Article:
I’ll start with a word of comfort and of truth that came out of the mouths of babes. One of our children at Christ Church, when she found out that her school would be closed for even longer than expected, said to her mom, “The world is closing down, but that’s ok. God’s arms are always open.” Her mom said, “I love it when my kids preach the gospel to me.”
We are in a particular moment now when we all need someone to preach the gospel to us, including me. Which, ironically enough, will be me preaching to me when I tune in for worship on Sunday! It is true, as Dave said in his sermon last week, that we are in uncharted territory. However, it is important to remember that this is not uncharted territory for God. And while our generation may not have gone through something like this, it can be helpful to remember the words from Ecclesiastes: “there is nothing new under the sun. Is there anything of which one can say, “Look! This is something new”? It was here already, long ago; it was here before our time.”
C.S. Lewis named this, in fact, in an address to college students during WWII. He said, “The war creates no absolutely new situation, it simply aggravates the permanent human situation so that we can no longer ignore it. Human life has always been lived on the edge of a precipice. Human culture has always had to exist under the shadow of something infinitely more important than itself. We are mistaken when we compare war with ‘normal life.’ Life has never been normal.”
In a letter to a friend during the Spanish Flu pandemic 100 years ago, F. Scott Fitzgerald wrote, “The streets are empty. It seems as though the bulk of the city has retreated to their quarters, rightfully so. At this time, it is very poignant to avoid all public spaces. Even the bars, as I told Hemingway, but to that he punched me in the stomach, to which I asked if he had washed his hands. He hadn’t. He is much the denier, that one. Why, he considers the virus to be just influenza. I’m curious of his sources.
The officials have alerted us to ensure we have a month’s worth of necessities. Zelda and I have stocked up on red wine, whiskey, rum, vermouth, absinthe, white wine, sherry, gin, and Lord, if we need it, brandy. Please pray for us.”
Four takeaways from that snippet. 1) Of course Hemingway didn’t wash his hands! In his view, hand washing must have been for the women and the weak. 2) I feel comforted that Fitzgerald’s list of “necessities” is longer than my own (I mean, who needs absinthe?) 3) We’ve been here before – how apt is his description of the streets and the felt need now more than ever to be with people and 4) we too are in need of prayer.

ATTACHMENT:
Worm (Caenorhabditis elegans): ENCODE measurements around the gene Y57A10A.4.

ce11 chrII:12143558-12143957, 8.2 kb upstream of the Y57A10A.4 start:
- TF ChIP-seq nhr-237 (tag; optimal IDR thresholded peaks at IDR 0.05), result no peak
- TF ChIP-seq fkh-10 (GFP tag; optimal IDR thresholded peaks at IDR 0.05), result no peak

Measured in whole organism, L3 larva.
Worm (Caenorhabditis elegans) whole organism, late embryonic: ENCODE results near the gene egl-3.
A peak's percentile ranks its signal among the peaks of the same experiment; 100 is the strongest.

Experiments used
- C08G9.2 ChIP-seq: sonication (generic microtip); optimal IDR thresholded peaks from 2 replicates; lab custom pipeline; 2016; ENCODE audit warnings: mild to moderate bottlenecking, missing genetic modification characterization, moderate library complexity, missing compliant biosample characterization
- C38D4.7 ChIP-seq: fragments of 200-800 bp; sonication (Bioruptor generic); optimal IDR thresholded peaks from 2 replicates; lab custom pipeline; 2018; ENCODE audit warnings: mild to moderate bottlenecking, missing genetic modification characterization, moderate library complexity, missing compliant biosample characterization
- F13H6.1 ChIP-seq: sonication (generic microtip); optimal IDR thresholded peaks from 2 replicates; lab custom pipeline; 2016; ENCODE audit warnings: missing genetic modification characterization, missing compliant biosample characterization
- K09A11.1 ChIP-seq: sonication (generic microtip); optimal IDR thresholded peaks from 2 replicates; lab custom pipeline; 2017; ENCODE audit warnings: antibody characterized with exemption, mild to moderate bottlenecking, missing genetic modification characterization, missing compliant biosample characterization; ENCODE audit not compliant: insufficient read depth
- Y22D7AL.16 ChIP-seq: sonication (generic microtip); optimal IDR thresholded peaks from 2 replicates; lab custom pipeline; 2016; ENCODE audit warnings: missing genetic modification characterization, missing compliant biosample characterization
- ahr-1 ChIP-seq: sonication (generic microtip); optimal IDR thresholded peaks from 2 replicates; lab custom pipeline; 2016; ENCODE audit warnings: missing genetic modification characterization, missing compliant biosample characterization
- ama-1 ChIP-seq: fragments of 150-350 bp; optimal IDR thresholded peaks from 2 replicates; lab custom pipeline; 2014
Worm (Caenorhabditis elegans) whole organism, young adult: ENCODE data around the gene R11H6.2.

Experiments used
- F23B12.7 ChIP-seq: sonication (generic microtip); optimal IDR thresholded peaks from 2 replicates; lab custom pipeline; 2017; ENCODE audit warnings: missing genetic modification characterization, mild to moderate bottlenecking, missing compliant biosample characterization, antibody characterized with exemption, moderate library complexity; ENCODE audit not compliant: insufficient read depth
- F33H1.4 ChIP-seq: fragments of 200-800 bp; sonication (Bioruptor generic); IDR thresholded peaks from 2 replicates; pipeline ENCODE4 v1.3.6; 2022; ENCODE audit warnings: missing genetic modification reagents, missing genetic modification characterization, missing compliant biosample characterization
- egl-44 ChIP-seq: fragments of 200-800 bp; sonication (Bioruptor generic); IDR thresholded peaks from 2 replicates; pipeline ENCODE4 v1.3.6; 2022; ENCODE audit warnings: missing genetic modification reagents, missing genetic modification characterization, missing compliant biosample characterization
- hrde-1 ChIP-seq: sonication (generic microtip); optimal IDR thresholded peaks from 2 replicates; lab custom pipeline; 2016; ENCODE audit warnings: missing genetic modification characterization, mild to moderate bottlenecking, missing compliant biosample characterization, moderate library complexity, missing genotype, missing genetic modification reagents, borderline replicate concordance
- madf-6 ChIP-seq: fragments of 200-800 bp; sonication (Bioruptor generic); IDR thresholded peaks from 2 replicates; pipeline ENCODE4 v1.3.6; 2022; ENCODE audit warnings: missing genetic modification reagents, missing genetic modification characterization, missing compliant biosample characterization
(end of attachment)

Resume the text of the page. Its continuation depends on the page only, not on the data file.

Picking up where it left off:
We are all in need of prayer, and thankfully God answers prayer and God’s arms are always open. We see this in our gospel reading for today – the 4th Sunday in Lent. “As Jesus walked along, he saw a man blind from birth…. He spat on the ground and made mud with the saliva and spread mud on the man’s eyes, saying to him ‘Go, wash in the pool of Siloam’ (which means Sent). Then he went and washed, and came back able to see.”
God’s arms are always open. Such a good insight from that child. Thinking about God’s arms – what do arms do? Arms touch, arms hug, arms gather in, arms embrace. And, as the children’s song reminds us, “He’s Got the Whole World in His Hands.” He is holding the world, cupping with world, cradling the world, securing the world. It kind of takes on new meaning, doesn’t it?
There is one meme going around now of an update of the Michelangelo masterpiece on the ceiling of the Sistine Chapel. It’s the Creation of Adam in which God famously reaches out His hand to touch Adam’s hand. Their fingers are almost connect. In the updated version, God is holding a bottle of hand sanitizer for them to use before their hands touch!